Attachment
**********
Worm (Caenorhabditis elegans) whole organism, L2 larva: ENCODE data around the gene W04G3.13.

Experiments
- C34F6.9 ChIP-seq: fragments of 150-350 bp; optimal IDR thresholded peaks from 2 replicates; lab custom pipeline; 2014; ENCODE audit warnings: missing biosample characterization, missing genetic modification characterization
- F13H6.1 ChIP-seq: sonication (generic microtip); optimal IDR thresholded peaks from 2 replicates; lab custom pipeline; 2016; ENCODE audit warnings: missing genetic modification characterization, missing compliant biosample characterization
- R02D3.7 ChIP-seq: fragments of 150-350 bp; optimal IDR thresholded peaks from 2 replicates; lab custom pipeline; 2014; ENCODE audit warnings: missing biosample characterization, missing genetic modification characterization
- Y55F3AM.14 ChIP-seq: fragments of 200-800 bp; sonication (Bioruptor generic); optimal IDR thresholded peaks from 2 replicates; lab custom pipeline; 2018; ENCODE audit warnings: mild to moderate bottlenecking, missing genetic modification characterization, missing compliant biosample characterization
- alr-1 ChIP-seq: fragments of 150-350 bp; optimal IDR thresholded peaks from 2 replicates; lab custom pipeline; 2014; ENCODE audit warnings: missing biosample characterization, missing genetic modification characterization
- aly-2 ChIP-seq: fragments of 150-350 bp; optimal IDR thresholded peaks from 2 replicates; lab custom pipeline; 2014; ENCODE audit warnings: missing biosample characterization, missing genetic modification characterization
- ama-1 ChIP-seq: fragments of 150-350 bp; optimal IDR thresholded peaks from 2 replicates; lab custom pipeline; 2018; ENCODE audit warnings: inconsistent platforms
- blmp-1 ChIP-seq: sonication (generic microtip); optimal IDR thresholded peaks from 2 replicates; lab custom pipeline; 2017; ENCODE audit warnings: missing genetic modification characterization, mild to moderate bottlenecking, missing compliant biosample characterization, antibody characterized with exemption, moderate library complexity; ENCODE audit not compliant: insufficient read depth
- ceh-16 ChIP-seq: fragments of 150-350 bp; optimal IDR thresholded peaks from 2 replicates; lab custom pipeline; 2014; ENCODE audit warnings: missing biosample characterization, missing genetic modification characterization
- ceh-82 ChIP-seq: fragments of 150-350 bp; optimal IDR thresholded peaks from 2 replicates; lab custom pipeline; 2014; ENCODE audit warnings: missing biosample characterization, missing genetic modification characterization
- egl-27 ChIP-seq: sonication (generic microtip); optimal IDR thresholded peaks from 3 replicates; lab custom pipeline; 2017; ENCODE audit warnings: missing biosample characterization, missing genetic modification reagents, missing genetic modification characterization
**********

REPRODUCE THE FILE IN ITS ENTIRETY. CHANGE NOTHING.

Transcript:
Worm (Caenorhabditis elegans) whole organism, L2 larva: ENCODE data around the gene W04G3.13.

Experiments
- C34F6.9 ChIP-seq: fragments of 150-350 bp; optimal IDR thresholded peaks from 2 replicates; lab custom pipeline; 2014; ENCODE audit warnings: missing biosample characterization, missing genetic modification characterization
- F13H6.1 ChIP-seq: sonication (generic microtip); optimal IDR thresholded peaks from 2 replicates; lab custom pipeline; 2016; ENCODE audit warnings: missing genetic modification characterization, missing compliant biosample characterization
- R02D3.7 ChIP-seq: fragments of 150-350 bp; optimal IDR thresholded peaks from 2 replicates; lab custom pipeline; 2014; ENCODE audit warnings: missing biosample characterization, missing genetic modification characterization
- Y55F3AM.14 ChIP-seq: fragments of 200-800 bp; sonication (Bioruptor generic); optimal IDR thresholded peaks from 2 replicates; lab custom pipeline; 2018; ENCODE audit warnings: mild to moderate bottlenecking, missing genetic modification characterization, missing compliant biosample characterization
- alr-1 ChIP-seq: fragments of 150-350 bp; optimal IDR thresholded peaks from 2 replicates; lab custom pipeline; 2014; ENCODE audit warnings: missing biosample characterization, missing genetic modification characterization
- aly-2 ChIP-seq: fragments of 150-350 bp; optimal IDR thresholded peaks from 2 replicates; lab custom pipeline; 2014; ENCODE audit warnings: missing biosample characterization, missing genetic modification characterization
- ama-1 ChIP-seq: fragments of 150-350 bp; optimal IDR thresholded peaks from 2 replicates; lab custom pipeline; 2018; ENCODE audit warnings: inconsistent platforms
- blmp-1 ChIP-seq: sonication (generic microtip); optimal IDR thresholded peaks from 2 replicates; lab custom pipeline; 2017; ENCODE audit warnings: missing genetic modification characterization, mild to moderate bottlenecking, missing compliant biosample characterization, antibody characterized with exemption, moderate library complexity; ENCODE audit not compliant: insufficient read depth
- ceh-16 ChIP-seq: fragments of 150-350 bp; optimal IDR thresholded peaks from 2 replicates; lab custom pipeline; 2014; ENCODE audit warnings: missing biosample characterization, missing genetic modification characterization
- ceh-82 ChIP-seq: fragments of 150-350 bp; optimal IDR thresholded peaks from 2 replicates; lab custom pipeline; 2014; ENCODE audit warnings: missing biosample characterization, missing genetic modification characterization
- egl-27 ChIP-seq: sonication (generic microtip); optimal IDR thresholded peaks from 3 replicates; lab custom pipeline; 2017; ENCODE audit warnings: missing biosample characterization, missing genetic modification reagents, missing genetic modification characterization